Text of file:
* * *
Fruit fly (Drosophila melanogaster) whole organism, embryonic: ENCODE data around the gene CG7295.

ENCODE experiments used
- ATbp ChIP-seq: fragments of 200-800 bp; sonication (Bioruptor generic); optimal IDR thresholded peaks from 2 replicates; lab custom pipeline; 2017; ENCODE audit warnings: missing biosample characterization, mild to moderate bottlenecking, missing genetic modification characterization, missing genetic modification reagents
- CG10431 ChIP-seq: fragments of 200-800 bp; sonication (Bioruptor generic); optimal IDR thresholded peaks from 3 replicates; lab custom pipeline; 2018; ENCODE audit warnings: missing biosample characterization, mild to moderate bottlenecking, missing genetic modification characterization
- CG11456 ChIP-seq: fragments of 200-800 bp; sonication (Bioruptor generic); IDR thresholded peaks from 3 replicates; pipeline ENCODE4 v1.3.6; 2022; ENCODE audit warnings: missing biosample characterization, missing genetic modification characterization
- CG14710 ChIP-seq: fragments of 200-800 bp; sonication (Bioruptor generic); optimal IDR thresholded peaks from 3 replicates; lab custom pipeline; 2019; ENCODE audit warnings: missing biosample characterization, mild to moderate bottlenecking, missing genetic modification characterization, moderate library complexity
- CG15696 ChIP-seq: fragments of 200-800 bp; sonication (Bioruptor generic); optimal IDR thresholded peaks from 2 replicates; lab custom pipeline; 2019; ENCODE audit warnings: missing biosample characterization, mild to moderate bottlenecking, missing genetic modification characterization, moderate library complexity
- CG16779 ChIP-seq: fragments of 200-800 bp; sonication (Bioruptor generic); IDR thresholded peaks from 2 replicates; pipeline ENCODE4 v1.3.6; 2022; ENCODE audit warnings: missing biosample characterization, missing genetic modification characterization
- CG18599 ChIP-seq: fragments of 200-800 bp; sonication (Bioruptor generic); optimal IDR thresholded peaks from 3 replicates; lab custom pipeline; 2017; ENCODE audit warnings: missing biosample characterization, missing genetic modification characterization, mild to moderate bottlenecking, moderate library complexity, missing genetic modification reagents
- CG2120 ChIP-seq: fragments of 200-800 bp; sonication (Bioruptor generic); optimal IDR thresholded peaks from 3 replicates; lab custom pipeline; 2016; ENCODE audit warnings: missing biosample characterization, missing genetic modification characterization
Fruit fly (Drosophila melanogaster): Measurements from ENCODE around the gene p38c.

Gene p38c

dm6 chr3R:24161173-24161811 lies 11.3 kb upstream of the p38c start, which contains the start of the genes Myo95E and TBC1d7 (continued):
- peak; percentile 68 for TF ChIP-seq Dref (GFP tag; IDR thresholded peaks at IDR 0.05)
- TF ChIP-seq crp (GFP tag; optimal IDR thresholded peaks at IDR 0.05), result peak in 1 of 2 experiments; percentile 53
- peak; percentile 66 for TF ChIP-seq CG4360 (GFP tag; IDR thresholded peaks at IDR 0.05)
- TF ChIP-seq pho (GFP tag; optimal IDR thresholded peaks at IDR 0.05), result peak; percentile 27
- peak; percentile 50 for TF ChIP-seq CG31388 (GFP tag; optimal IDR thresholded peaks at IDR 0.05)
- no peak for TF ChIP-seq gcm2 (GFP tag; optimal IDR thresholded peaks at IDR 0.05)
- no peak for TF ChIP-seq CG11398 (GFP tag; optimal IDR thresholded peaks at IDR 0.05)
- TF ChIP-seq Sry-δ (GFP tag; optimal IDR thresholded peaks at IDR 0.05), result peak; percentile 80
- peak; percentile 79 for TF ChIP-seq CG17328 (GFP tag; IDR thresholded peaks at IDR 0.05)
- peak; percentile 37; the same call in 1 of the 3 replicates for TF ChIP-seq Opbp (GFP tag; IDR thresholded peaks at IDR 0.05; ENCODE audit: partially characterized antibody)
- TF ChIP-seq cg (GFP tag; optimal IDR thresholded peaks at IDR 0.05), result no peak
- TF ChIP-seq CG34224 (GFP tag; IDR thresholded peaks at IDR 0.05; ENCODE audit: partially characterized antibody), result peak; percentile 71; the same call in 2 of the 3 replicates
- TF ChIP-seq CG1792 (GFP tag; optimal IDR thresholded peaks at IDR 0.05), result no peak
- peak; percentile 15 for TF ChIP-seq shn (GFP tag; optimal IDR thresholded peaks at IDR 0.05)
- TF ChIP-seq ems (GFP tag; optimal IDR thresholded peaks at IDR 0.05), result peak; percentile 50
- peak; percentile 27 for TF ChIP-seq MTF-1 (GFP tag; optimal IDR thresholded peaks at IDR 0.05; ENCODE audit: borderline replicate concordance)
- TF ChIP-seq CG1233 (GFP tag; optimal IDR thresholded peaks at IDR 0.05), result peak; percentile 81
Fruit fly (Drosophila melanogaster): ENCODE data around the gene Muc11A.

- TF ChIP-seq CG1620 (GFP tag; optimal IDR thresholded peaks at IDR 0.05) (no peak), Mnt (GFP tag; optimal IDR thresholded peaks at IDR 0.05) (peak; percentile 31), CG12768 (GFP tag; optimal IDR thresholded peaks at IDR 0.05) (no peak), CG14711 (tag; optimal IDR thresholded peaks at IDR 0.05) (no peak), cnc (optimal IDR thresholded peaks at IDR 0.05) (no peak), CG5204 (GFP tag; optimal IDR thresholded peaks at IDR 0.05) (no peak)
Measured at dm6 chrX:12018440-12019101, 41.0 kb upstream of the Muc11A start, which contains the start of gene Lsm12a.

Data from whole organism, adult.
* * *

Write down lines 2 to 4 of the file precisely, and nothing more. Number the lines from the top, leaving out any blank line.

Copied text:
ENCODE experiments used
- ATbp ChIP-seq: fragments of 200-800 bp; sonication (Bioruptor generic); optimal IDR thresholded peaks from 2 replicates; lab custom pipeline; 2017; ENCODE audit warnings: missing biosample characterization, mild to moderate bottlenecking, missing genetic modification characterization, missing genetic modification reagents
- CG10431 ChIP-seq: fragments of 200-800 bp; sonication (Bioruptor generic); optimal IDR thresholded peaks from 3 replicates; lab custom pipeline; 2018; ENCODE audit warnings: missing biosample characterization, mild to moderate bottlenecking, missing genetic modification characterization